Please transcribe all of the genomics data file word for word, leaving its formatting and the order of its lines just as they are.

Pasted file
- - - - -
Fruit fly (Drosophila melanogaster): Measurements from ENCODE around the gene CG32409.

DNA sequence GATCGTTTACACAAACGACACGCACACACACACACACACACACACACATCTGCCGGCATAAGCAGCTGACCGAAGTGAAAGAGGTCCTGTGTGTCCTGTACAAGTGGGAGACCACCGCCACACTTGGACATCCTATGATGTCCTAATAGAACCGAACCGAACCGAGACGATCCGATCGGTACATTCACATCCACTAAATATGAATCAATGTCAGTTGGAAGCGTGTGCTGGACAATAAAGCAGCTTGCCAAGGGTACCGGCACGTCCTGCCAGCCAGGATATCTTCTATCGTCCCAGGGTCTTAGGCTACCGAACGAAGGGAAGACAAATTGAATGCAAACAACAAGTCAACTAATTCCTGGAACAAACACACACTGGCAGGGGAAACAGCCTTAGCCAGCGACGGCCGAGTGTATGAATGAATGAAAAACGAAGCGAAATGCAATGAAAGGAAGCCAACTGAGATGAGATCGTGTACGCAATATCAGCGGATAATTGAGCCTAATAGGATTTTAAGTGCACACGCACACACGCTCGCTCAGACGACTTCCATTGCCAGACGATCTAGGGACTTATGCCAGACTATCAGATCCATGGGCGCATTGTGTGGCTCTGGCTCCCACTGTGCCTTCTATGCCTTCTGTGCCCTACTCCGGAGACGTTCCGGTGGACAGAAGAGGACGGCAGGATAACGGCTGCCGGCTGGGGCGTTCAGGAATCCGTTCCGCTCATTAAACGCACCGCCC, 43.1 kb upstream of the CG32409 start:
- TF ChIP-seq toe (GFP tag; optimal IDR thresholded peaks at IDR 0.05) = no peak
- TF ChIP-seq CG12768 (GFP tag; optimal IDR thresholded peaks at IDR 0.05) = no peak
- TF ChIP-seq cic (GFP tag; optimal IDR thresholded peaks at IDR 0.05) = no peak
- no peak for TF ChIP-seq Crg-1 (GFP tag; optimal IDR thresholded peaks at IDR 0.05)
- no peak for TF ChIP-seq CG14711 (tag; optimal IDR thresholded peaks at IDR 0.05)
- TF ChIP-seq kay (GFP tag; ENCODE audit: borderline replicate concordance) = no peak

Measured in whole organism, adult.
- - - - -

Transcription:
Fruit fly (Drosophila melanogaster): Measurements from ENCODE around the gene CG32409.

DNA sequence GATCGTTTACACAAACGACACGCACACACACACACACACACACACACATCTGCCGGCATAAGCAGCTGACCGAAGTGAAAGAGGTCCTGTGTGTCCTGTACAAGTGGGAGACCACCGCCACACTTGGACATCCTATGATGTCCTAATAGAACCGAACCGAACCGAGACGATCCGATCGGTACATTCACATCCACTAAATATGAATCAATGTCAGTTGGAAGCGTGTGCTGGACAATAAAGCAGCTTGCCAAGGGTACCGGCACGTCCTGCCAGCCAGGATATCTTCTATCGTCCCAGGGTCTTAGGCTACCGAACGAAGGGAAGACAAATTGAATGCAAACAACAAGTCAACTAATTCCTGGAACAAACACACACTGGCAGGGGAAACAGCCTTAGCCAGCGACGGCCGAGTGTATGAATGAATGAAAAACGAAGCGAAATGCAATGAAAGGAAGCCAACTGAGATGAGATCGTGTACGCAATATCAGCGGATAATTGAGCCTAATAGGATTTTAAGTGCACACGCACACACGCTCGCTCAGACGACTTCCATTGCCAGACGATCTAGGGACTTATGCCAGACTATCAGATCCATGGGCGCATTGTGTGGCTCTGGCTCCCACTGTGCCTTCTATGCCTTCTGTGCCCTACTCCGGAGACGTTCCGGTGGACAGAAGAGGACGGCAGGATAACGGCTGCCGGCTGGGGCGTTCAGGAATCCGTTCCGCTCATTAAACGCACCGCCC, 43.1 kb upstream of the CG32409 start:
- TF ChIP-seq toe (GFP tag; optimal IDR thresholded peaks at IDR 0.05) = no peak
- TF ChIP-seq CG12768 (GFP tag; optimal IDR thresholded peaks at IDR 0.05) = no peak
- TF ChIP-seq cic (GFP tag; optimal IDR thresholded peaks at IDR 0.05) = no peak
- no peak for TF ChIP-seq Crg-1 (GFP tag; optimal IDR thresholded peaks at IDR 0.05)
- no peak for TF ChIP-seq CG14711 (tag; optimal IDR thresholded peaks at IDR 0.05)
- TF ChIP-seq kay (GFP tag; ENCODE audit: borderline replicate concordance) = no peak

Measured in whole organism, adult.